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DECEMBER 1999 | VOL. 3, NO. 12



Titillating Direct Marketing

Dark Side of Love - Rejection is a painful yet important part of building relationships.


A Southerner in New York City

KRISTEN HAVENS, a freelance videographer, editor and writer, with a particular focus on poetry and screenplays, is a contributing writer to Renaissance Online Magazine. She makes her home near Hartford, CT.


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Mail Order M.O. - Who Am I?


Like any self-respecting woman older than twenty-one and younger than one hundred, I am not particularly fond of divulging my age, salary or weight. That said, I would like to address the seemingly omnipotent twentieth-century invention known as the Mailing List: that most secret of agencies which has somehow targeted, tagged and labeled me as a Slim, Rich, Thirty-something Housewife on Permanent Exotic Vacation.

I'm making an educated guess that the deluge of paper began with my early nineties entry into higher-priced catalog shopping. Over the past eight years I have placed perhaps five total clothing orders with a certain preppy-sophisticate institution we all know and love. Yet in the time that has lapsed since my first major credit card balance, the influx of catalogs courting my mailbox has multiplied by fifty. Now, at the dawn of the year 2000, hand in hand with the economic boon and the mobilization of the buying class, it becomes equally suspect and apropos that a struggling single woman like myself has been profiled as a rapacious, not to mention overeducated, consumer.

My needs, the Mailing List tells me, are numerous, sophisticated and highly visible. To think that just a few short years ago, as a recent college graduate, I was uncertain about my identity and social standing. In the face of all of this mail, I can no longer deny my true calling. I am a showy, hoarding dilettante and I wear my insecurities like a badge.

I hunger for one-hundred percent linen dresses even as I canvass the countryside with my frame pack and three-season tent. My need for capri pants and Gore-tex is insatiable. Though I often find myself fly-fishing in the Pacific Northwest, I cannot stand dirt and I wash twice a day with lava-enriched bath salts. And though I smell of floral, cruelty-free perfume, my adventures cause me to sweat so all of my clothing must wick. Wicking is my religion.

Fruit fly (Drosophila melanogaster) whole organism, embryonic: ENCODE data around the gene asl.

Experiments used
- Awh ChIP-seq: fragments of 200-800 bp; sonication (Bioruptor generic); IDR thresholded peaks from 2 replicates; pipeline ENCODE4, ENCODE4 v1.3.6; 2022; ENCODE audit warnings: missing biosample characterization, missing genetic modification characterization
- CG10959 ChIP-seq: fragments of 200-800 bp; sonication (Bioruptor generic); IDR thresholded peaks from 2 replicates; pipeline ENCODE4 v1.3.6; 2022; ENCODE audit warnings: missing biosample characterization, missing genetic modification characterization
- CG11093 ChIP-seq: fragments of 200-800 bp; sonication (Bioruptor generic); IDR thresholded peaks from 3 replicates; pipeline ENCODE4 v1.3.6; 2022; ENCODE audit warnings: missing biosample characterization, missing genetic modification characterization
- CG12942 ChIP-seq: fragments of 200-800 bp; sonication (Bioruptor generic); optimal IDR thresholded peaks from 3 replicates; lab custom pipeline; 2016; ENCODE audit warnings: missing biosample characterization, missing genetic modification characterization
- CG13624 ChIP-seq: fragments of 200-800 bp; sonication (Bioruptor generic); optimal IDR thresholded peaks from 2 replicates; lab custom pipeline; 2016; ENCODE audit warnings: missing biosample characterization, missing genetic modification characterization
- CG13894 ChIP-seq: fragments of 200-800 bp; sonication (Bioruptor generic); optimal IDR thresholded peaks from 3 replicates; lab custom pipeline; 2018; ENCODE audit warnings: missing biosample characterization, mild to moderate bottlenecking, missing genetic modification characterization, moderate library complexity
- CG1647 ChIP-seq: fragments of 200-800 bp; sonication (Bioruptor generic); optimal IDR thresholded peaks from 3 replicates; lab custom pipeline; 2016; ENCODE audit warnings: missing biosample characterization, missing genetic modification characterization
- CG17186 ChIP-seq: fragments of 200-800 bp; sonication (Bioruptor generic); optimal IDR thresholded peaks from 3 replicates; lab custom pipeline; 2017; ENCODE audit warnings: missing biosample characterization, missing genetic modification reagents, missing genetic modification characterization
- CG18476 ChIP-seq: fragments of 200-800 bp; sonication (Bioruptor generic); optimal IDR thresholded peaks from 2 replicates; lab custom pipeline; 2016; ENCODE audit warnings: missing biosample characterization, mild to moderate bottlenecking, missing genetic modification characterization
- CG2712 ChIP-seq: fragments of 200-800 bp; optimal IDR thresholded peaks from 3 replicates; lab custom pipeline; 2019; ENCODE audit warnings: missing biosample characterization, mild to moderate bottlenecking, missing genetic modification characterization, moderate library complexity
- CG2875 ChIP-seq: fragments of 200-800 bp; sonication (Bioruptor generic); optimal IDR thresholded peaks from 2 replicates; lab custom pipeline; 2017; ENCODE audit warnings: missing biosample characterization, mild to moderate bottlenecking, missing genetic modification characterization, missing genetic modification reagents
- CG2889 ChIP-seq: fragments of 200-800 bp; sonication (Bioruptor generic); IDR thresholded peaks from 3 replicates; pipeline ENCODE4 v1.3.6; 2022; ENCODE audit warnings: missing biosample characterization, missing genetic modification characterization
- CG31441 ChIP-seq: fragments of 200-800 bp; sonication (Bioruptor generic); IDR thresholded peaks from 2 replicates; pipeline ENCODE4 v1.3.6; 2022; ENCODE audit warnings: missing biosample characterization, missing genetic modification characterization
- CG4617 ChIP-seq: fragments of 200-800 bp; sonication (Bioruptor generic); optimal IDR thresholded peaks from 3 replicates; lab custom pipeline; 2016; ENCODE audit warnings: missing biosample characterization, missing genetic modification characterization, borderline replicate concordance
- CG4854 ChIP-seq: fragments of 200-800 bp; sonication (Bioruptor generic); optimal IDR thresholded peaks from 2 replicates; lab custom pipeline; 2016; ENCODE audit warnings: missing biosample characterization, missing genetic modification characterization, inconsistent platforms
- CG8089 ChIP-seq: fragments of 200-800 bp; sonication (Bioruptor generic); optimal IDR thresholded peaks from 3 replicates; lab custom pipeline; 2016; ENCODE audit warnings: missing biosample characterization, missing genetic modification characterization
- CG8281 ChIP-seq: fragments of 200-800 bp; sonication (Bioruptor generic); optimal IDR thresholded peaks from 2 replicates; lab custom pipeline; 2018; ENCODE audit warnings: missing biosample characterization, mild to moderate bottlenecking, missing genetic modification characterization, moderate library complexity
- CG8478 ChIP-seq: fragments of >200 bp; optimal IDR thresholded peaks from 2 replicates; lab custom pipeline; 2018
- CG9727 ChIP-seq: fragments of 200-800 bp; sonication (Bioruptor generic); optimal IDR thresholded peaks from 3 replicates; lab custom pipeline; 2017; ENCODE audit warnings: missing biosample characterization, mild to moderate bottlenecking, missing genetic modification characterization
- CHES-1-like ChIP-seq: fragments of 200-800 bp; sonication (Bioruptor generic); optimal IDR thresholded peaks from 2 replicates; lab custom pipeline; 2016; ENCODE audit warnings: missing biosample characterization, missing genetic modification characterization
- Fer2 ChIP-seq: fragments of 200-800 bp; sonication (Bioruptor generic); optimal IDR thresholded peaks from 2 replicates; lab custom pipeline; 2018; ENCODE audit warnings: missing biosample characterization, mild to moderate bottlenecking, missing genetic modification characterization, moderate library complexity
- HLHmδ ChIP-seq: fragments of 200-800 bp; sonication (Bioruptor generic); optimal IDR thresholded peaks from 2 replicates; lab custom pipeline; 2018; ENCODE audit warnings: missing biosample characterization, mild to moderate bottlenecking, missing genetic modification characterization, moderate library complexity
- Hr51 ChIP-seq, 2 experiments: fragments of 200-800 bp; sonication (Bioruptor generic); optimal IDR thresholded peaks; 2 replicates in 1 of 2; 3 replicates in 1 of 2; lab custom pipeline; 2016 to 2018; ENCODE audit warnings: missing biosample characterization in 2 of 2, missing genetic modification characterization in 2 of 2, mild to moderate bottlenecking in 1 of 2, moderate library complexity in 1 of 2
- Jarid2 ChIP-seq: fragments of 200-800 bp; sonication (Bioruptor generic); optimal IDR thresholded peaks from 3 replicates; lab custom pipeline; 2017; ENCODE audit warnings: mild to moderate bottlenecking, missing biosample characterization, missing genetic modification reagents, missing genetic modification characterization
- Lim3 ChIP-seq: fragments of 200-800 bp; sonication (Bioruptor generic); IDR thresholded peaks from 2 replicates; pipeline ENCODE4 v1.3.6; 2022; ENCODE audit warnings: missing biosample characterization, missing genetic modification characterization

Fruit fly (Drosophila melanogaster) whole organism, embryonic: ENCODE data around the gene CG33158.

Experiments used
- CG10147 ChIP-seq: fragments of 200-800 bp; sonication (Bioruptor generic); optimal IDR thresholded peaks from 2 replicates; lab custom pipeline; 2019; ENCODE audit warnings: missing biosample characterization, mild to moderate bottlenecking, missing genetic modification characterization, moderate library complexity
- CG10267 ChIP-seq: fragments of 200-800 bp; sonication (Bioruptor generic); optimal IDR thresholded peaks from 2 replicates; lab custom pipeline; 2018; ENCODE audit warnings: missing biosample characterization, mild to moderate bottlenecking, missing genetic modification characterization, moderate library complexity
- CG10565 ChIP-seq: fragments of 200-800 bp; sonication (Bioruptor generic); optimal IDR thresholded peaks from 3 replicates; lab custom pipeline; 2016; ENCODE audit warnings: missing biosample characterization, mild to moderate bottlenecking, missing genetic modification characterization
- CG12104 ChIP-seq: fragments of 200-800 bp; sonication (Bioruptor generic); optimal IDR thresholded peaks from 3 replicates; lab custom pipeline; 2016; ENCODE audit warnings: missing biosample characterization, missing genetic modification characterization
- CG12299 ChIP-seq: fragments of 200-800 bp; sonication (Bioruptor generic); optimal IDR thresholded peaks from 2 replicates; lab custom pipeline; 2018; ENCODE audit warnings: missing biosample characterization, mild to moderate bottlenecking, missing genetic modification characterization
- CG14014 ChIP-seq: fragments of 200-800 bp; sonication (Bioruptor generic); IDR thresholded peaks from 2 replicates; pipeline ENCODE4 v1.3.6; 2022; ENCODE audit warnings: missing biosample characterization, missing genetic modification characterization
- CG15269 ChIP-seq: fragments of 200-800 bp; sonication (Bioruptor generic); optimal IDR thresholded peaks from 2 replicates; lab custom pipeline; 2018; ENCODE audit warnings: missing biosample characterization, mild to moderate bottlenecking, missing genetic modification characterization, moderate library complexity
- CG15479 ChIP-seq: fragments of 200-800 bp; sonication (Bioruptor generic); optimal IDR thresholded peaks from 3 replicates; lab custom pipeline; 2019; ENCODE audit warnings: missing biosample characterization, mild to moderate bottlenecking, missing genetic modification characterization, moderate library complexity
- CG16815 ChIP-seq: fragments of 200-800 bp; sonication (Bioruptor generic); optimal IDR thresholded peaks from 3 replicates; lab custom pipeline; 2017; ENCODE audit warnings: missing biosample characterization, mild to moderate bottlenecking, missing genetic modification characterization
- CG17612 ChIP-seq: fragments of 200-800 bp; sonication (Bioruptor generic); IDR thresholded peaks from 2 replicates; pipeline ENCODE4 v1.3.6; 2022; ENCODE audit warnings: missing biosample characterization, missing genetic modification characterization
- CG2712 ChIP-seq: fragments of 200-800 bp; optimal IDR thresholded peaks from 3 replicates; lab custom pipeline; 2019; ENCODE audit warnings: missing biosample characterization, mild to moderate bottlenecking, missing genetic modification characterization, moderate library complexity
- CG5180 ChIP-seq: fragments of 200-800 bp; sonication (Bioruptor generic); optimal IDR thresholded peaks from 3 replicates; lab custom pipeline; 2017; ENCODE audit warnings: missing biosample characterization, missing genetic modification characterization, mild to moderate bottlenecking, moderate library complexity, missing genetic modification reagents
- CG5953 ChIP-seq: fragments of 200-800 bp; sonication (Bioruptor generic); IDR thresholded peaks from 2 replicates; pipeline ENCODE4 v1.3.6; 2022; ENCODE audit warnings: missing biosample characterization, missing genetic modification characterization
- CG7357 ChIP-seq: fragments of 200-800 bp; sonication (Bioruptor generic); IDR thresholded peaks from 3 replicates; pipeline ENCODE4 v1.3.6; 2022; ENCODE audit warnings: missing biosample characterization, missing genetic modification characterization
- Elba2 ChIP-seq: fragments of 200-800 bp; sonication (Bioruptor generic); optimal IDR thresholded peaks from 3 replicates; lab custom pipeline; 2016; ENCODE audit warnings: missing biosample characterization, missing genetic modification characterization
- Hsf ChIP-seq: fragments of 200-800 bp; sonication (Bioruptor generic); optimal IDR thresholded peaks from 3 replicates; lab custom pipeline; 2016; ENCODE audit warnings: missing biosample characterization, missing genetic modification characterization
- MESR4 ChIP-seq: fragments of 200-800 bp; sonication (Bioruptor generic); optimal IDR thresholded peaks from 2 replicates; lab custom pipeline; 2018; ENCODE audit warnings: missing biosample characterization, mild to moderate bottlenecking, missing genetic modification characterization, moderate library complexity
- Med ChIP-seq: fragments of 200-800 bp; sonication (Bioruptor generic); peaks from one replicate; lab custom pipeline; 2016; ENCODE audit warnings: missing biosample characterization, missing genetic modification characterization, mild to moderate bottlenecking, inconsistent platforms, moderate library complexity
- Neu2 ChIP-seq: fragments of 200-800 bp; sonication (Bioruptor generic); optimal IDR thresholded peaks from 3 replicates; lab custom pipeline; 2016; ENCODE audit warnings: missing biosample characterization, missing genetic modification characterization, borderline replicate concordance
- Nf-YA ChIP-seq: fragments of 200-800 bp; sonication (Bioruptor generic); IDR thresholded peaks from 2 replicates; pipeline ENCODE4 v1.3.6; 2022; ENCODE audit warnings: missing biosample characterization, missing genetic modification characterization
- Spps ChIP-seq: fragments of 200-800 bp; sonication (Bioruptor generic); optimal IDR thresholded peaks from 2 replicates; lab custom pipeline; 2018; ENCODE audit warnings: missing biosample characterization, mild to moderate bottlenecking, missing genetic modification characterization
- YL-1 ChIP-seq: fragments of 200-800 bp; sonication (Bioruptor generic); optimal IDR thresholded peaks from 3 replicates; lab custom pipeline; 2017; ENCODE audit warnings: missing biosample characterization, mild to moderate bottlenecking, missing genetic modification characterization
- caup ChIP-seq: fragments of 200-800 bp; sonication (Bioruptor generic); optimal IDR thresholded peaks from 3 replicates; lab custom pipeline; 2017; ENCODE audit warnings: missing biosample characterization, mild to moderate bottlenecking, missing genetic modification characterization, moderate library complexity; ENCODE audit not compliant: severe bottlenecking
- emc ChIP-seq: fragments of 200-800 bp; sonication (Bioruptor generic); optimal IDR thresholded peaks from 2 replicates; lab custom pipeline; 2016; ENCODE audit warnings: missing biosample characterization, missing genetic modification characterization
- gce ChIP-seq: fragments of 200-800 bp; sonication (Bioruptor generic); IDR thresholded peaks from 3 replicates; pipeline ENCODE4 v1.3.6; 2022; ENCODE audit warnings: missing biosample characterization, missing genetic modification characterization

Speaking of wicks: I own over one-thousand aromatherapeutic candles and several dozen candelabras to match. I unwind at the end of a long day by pouring and scenting my own pillars. If I'm still uptight after a eucalyptus bath, I take a stroll through my avocado-lined grounds with the aid of my hand-tooled Moroccan sandals.

When I must leave my considerable acreage for a visit to the city, I never venture forth without my pocket-sized weather radio and global positioning system. For longer treks, I require specially designed, wrinkle-resistant travel clothing, including a straw hat which crumples to the size of a golf ball. All the better for the inevitable, impromptu club-swinging on Safari.

I never let a birthday or anniversary pass without a thoughtful gift of imported D'Anjou pears, miniature bonsai trees or living wreaths. My home, which, of course, I own, is decorated ceiling to floor in "butter" colored drapes, "sage" slipcovers and sheer organza shower curtains with little pockets (presumably to display a selection of favorite collector's stamps; my overnight guests are philatelists). For elegant occasions, I deck my dining room table with a runner made from genuine Brazilian moss. And I always serve my sherry from hand-blown decanters. I hired a closet consultant to organize my walk-in and I keep a steady supply of cedar blocks on hand for the protection of my vast selection of Shetland wool sweaters.

Seeing as I am that rare urban dweller with a garden, I take a keen interest in stainless steel spades and antique brass barometers. In my copious free time, I enjoy the arts of embossing, paper-making and calligraphy.

Occasionally, though, I just need to get away. When the urge to escape strikes, I am always grateful for the opportunity to hop on an academic Black Sea tour led by one of my former professors. When I return, I can be sure that my faithful stacks of catalogs await.

Clearly, in this age of keystroke consumerism, the old adage "time is money" is an understatement. We are a frazzled citizenship; a country of manics pumped up on caffeine, nicotine and good old-fashioned American industry. Caught up in the frenzy of ambition, who, realistically, has the time to self-assess?

Certainly not I. So there is some comfort after all in this twenty-first century trend of consumer profiling. Now that Big Brother has told me who I am, I can finally relax without the time-consuming aid of therapy. I have an analyst who comes directly to my door, free of charge, rain or shine. I no longer need to waste valuable hours on the couch, poring over the yearnings of my subconscious. Instead, I can simply flip to page eighty, flash the plastic, and see myself in the reflection of the Bering Strait: puffy and doubt-free, decked out in my goose-down anorak and designer moon boots. Tromping my way to nirvana through a sixteen-foot snow-drift, with not a banana-conditioned hair out of place.

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